Some Cheap Shots Directed at Ex-Mormon Family Featured in Salt Lake City Atheist Billboard

Last week, American Atheists launched a billboard in Salt Lake City, Utah to promote their upcoming convention. It featured West and Lennie Monnett along with their two sons and niece (of whom they’re guardians). The sign pointed out that they were not Mormons and not just “ex-Mormons” — they were atheists:

At the time, I wrote about the one concern I had with the sign:

The billboard could use a little more clarity since it’s unclear whether just the parents are Mormons-turned-atheists or if the kids, too, left the faith at some point as well. But, you know, it’s a road sign. Not a lot of room for nuance.

The Salt Lake Tribune thankfully settles that matter:

The three children were on board with the ad, Monnett says. He says people have accused him of brainwashing, but he allows them to draw their own conclusions.

“The lack of pushing a belief system is not pushing a belief system,” he says.

Okay, great. Controversy averted, right? Not quite. The Tribune also tries to stir up a little drama by going behind-the-scenes:

“We used to identify as being ex-Mormon, and we are atheists now,” says [West] the stay-at-home dad of he and his wife, Lennie, a finance director at HSBC. They are joined in the photo by their sons Tallen (10) and Bentley (13), and their niece, McKayla (16) — a former Mormon for whom they are temporary guardians.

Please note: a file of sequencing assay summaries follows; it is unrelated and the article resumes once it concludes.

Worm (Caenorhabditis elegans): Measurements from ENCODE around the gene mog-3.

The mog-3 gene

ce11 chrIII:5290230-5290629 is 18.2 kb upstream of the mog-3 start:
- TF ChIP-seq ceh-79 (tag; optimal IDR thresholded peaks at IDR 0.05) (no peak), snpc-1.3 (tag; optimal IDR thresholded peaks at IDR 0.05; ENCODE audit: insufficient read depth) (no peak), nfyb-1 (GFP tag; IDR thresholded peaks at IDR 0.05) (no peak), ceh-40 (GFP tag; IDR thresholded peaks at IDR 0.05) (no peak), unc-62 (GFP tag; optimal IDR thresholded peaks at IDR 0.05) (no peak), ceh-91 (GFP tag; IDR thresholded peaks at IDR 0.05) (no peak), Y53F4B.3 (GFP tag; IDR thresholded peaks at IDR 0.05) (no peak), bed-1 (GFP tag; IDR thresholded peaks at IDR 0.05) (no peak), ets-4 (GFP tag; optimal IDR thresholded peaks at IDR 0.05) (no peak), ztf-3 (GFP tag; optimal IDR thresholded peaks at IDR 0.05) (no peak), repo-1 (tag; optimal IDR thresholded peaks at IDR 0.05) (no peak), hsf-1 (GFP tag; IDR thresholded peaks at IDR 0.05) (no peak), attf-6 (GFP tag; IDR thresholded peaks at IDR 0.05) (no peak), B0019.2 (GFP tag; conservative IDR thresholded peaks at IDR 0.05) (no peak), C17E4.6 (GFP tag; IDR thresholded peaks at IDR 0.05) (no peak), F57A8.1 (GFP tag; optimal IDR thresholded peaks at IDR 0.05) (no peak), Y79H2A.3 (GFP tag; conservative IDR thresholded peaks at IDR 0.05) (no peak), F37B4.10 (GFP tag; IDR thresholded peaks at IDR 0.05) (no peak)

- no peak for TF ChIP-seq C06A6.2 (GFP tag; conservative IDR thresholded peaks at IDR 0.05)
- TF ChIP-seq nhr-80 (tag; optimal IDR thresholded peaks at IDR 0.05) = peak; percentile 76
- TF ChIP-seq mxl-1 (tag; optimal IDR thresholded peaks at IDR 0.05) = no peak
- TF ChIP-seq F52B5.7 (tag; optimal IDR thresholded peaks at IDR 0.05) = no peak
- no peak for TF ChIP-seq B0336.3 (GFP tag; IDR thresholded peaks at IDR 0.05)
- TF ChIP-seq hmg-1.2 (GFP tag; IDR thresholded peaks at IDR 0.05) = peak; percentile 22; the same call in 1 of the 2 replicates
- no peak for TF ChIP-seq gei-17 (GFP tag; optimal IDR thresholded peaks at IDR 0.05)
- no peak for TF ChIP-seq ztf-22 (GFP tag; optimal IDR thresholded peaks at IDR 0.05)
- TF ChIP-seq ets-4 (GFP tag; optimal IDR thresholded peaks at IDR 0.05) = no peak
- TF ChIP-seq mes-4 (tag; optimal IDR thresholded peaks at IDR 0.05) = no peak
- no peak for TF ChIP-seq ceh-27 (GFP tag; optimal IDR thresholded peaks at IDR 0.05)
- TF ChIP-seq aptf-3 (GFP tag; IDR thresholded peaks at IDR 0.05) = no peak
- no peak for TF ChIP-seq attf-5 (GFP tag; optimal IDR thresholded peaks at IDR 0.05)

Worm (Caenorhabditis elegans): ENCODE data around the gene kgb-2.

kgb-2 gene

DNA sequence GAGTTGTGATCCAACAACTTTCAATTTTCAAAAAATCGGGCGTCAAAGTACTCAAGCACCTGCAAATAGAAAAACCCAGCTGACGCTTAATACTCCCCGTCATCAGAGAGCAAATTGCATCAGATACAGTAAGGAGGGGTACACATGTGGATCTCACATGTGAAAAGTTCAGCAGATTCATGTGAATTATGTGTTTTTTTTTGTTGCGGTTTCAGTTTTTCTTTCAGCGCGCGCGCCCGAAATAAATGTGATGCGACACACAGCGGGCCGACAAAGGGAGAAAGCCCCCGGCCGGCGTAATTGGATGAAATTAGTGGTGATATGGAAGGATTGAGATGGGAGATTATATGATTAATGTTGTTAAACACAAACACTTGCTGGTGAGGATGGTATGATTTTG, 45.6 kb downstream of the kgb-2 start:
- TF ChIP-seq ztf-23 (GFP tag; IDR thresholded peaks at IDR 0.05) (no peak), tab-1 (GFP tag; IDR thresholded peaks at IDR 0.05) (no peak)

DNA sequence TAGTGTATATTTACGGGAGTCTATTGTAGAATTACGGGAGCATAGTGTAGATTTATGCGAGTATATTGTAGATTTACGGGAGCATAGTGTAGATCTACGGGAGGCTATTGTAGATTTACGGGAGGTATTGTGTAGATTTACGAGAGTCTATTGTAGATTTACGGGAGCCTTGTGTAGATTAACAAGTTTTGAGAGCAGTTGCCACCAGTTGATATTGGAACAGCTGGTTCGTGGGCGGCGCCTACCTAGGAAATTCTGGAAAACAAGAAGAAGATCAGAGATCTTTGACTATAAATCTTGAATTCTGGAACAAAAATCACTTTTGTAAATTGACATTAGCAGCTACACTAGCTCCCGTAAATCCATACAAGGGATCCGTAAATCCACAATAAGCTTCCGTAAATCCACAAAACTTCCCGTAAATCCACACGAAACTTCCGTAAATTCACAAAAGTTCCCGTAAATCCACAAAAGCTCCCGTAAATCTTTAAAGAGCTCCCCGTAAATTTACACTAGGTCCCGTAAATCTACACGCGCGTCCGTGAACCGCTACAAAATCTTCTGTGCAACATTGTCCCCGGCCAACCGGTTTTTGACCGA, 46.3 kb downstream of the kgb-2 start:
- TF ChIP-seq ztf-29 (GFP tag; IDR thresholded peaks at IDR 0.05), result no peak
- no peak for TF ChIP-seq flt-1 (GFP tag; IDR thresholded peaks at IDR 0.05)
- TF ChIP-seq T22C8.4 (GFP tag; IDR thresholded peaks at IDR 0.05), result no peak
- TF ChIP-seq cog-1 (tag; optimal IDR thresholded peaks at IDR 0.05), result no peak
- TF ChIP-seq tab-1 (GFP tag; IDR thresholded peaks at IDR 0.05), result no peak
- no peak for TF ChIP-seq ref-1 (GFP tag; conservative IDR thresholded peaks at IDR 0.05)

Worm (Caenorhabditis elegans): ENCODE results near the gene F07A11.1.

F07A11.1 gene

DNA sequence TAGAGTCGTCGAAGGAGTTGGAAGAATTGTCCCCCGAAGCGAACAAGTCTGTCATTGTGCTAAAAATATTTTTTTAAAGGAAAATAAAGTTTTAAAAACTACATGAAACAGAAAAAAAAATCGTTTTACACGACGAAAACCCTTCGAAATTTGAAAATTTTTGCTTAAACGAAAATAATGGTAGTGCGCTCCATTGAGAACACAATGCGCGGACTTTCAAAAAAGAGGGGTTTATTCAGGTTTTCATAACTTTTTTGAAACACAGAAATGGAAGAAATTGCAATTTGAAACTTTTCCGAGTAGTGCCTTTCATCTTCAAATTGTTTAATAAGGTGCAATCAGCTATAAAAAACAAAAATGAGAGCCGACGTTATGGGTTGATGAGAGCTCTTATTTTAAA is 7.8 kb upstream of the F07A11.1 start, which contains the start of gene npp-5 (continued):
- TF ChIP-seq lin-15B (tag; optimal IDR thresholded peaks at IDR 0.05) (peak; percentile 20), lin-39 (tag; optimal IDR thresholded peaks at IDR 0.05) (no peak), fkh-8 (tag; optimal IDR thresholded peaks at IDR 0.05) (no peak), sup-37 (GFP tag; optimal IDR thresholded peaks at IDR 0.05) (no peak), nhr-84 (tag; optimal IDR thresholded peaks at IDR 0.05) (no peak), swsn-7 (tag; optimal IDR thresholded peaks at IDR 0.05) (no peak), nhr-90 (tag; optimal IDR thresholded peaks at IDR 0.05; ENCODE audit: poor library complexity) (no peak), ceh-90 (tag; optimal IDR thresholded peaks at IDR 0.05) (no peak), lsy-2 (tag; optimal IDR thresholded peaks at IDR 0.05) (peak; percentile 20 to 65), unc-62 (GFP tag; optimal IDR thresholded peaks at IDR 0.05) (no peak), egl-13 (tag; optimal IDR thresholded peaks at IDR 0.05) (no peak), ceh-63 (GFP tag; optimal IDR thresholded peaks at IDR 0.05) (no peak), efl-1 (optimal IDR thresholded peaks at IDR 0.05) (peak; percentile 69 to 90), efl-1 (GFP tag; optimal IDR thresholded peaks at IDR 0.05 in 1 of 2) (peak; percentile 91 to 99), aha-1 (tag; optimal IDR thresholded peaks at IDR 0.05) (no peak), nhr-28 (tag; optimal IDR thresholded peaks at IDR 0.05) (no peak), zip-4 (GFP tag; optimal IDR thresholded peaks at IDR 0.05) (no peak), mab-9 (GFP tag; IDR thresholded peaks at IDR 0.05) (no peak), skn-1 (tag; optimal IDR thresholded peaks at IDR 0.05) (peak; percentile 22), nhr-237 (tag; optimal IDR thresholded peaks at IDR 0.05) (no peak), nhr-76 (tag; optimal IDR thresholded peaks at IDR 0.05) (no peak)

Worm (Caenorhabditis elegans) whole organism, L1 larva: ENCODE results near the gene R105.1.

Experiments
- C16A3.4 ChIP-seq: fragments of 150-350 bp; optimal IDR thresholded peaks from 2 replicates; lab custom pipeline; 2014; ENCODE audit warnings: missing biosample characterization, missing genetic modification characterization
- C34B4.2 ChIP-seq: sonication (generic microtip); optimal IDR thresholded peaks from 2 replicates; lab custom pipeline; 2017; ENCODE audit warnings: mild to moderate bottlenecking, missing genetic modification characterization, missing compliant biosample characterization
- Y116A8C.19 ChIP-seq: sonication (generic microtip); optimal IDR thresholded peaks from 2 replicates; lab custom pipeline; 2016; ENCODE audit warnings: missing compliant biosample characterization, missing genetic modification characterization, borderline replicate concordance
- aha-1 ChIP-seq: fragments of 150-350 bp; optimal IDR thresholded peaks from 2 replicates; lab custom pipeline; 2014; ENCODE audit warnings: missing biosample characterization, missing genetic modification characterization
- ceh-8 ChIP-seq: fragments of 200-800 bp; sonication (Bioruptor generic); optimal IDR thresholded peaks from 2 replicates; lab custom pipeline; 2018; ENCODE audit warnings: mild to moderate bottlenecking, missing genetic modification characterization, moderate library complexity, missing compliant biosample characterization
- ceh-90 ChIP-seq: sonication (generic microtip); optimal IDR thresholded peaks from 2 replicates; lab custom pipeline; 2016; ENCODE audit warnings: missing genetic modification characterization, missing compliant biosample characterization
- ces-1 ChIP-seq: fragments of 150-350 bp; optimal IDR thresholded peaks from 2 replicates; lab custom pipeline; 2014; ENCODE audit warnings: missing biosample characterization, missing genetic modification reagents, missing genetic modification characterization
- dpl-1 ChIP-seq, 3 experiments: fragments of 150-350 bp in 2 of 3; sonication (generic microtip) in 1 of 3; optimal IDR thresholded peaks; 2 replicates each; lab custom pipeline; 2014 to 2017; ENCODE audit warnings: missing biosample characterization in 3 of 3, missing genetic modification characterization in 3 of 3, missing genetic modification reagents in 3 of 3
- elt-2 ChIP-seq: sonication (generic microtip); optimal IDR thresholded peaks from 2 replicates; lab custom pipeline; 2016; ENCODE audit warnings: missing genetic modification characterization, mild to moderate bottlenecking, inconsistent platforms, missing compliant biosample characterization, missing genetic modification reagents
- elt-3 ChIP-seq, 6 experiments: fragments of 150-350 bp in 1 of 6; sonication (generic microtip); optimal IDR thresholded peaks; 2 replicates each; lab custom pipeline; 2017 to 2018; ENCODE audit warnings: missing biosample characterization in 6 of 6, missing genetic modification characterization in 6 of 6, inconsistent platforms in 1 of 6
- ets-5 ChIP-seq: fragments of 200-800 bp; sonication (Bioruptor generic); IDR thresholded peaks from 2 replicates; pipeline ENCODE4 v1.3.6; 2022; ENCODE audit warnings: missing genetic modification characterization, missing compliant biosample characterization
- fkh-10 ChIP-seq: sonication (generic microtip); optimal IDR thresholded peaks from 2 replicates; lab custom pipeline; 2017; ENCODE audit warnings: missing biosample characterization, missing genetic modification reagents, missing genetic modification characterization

McKayla’s mother, Melinda Dayley, says she’s “not very happy” that her daughter is in the shot. West is generally “a good guy,” she says, but what he and these atheist groups espouse can be “hurtful stuff.”

“I have friends that are atheists … but they’re not out there knocking our beliefs,” says Dayley, who lives in Syracuse and is an active member of the LDS Church. “West is the type that has to go out and prove a point. He’s always been that kind of person.”

This is the sort of bullshit that newspapers often print about atheists but wouldn’t dare print about anyone with religious faith.

What exactly do atheists espouse that’s “hurtful”? I’d love to know.

Where in the sign are the atheists “knocking” anyone’s beliefs? Nowhere.

What point are the Monnetts trying to prove other than “We exist”?

This is just ignorance at play. Dayley doesn’t understand atheists, so she assumes the worst about them. I have to ask whether the paper would have allowed someone to say the same things about Mormons when the LDS Church launched the “I’m a Mormon” campaign in 2011.

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What Are Your Thoughts?leave a comment
  • Gunner Miller

    As an exmormon myself, you should understand that when you become an exmormon you are not just leaving the faith, but tearing apart the family. The church declares itself a family church, so leaving the church is viewed as hating the family.

  • http://www.dogmabytes.com/ C Peterson

    A pretty irrational and immoral position to take for an organization that supposedly places a high value on family.

  • Leiningen’s Ants

    Cold comfort for those who leave.

    It’s rough, I’d wager. But here we are; other people who agree you can see. Scales from eyes, etc.

  • Derrik Pates